• #11
                      The important issue is not whether you can see a difference when viewing a scanned image or one just loaded from a digital camera. The differences between 8-bits and 16-bits per channel will almost certainly not be visible to the naked eye.

                      The important point about 8-bit images is that they are much more likely to posterize as you edit them. This is quite easy to see by eye on a monitor *AND*, as Trimoon notes, especially easy to see on a print.

                      Most 16-bit images are not 16-bits per se. Most digital camera images are 12-bits per channel. PS treats anything over 8 as 16-bits. Still, a Canon DSLR RAW image has 4,096 distinct tonal possibilities for each channel compared with 256 for an 8-bit JPEG image.

                      Generally, I find people who advocate 8-bit images are shooting JPEGs.

                      16-bit images give you a lot more editing options. I keep my images 16-bits until I am ready to print them *OR* I need a feature in PS CS that does not support 16-bits (some filters, for example).

                      Happy holidays!



                      • #12
                        Happy Holidays Mitch,

                        In the post above, you indicate that you convert to 8 bit before print. I could see this for the tiff final would certianly be smaller but why otherwise.

                        I think my 2200 does its own 8 bit conversion but is it any worse or even different than PS? I also seem to remember that you use the IP rip, how does this figure in.

                        I guess I'm asking for an explation of your final [after output sharpening- if this is yur last common step prior to print] workflow. Now that sentence would have gotten me a fine grade back in college..

                        Robert Collins


                        • #13
                          Hi Robert:

                          My output files are sharpened for their intended output device. Files destined for my Epson 2200 are resampled to 280 dpi, because I use ImagePrint Lite and it will resample, if I don't.

                          The rationale you mention is why I convert from 16-bits to 8-bits for output files. Output to desktop printers are inherently 8-bits. So, why waste the extra harddrive storage.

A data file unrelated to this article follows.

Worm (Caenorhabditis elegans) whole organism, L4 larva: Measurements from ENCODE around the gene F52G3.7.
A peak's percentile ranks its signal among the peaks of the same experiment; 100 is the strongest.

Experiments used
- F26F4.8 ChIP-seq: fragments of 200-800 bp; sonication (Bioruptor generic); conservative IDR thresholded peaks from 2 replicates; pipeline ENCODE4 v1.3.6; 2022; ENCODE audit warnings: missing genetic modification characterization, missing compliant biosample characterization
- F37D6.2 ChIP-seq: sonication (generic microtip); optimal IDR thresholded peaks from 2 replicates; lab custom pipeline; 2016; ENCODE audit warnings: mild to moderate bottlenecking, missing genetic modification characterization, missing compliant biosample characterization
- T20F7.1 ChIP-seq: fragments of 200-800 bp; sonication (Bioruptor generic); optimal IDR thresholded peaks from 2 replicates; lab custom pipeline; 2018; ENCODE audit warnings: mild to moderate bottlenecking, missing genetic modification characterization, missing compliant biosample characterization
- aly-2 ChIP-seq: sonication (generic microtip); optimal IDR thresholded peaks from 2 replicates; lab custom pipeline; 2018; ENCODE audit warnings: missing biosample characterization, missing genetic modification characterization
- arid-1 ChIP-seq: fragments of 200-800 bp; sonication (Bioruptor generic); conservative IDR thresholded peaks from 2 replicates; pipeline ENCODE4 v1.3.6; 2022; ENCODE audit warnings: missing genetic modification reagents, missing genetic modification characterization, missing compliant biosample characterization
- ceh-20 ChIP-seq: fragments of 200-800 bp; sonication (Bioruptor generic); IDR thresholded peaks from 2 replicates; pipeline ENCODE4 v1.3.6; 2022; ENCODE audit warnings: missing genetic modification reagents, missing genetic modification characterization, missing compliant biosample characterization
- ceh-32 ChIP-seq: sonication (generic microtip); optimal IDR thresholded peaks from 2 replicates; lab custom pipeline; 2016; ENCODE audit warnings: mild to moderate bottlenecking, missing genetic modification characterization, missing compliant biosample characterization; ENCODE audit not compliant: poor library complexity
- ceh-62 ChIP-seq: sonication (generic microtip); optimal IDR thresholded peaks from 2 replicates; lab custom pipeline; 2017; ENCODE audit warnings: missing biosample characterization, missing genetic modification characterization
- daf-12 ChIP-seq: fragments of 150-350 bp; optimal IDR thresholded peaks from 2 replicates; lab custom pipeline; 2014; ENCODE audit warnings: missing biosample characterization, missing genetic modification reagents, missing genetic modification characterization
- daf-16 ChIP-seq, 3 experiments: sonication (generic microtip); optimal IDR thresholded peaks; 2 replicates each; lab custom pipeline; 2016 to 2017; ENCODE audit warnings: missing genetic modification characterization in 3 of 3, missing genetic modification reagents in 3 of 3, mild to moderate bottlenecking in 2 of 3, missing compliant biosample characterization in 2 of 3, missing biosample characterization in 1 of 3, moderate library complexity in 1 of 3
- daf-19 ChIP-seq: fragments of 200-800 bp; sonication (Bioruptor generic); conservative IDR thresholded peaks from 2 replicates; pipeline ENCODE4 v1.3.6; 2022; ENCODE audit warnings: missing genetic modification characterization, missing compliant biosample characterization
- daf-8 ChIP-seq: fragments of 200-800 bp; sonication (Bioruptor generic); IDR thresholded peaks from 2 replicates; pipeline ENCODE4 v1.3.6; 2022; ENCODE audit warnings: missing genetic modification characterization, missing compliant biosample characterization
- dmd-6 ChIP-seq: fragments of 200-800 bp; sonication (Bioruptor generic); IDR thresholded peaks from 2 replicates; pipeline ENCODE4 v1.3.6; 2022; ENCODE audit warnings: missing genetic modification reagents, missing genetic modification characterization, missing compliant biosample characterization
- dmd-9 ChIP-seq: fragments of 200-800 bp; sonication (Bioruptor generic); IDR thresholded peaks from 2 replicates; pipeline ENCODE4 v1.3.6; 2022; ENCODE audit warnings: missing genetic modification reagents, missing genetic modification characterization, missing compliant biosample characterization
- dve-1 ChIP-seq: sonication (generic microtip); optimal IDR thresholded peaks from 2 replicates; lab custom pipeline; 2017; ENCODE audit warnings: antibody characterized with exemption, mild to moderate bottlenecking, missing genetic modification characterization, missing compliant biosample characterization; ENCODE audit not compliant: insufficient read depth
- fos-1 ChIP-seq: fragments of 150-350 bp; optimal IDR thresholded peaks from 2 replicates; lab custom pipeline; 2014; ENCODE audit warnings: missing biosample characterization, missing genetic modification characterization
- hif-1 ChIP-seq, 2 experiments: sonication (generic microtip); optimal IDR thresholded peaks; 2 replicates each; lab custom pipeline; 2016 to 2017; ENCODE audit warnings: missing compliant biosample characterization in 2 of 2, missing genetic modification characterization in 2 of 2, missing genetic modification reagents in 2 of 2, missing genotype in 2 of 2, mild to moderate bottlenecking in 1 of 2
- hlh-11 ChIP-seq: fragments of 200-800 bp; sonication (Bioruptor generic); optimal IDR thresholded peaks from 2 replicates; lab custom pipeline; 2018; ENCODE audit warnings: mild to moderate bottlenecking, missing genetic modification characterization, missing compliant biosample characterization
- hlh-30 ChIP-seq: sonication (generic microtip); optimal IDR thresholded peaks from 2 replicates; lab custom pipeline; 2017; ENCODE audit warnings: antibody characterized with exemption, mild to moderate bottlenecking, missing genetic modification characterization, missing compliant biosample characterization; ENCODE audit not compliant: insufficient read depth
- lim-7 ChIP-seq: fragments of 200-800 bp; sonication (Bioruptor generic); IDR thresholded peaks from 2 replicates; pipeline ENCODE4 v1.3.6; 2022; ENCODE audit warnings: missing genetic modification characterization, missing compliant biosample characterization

My working files remain in 16-bits, unless I need a feature that is 8-bits only. Then I switch to 8-bits at the last possible moment to avoid posterizing my images.




                          • #14
                            16bit vs. 8 bit demonstration

                            Expert news, reviews and videos of the latest digital cameras, lenses, accessories, and phones. Get answers to your questions in our photography forums.


                            • #15
                              Originally posted by john_opitz

                              The 8/16 bit article starts on page 310 of this pdf. file.
                              I did some test prints 2 months ago with my Epson R800. All images were 8"x10" as that's the size that I print mostly.

                              I was able to see a difference in images with TIFF 16-bit coming out the best.

                              Where's the difference? Highlights aren't quite so bright. Shadows have a wee bit more detail. Saturation is better. Color transitions are smoother looking.

                              The least desireable images were JPEG q.12.

                              Also, I found that I got better images when cropping and printing from Qimage. I called Epson and talked with a tech. rep. about my findings. He said that he owns and uses an R800 and gets the same results. We have different dSLR's, but we both came up with approximately the same workflow. Interesting.

                              The workflow for my Sigma SD-10 is: process RAW file in Sigma Photo Pro, save as TIFF 16-bit file, postprocess in Photoshop if needed, save as TIFF 16-bit file, crop and print TIFF 16-bit file in Qimage.

                              I mentioned to the Epson tech. rep. that I felt that the R800 printed better from Qimage than from Photoshop. He said that he had found that to be true too. He said that the R800 software handles the compression and printing better from Qimage than Photoshop.

                              Whatever the reasons, color me very pleased with my TIFF 16-bit/R800 prints. I don't think that they can get any better.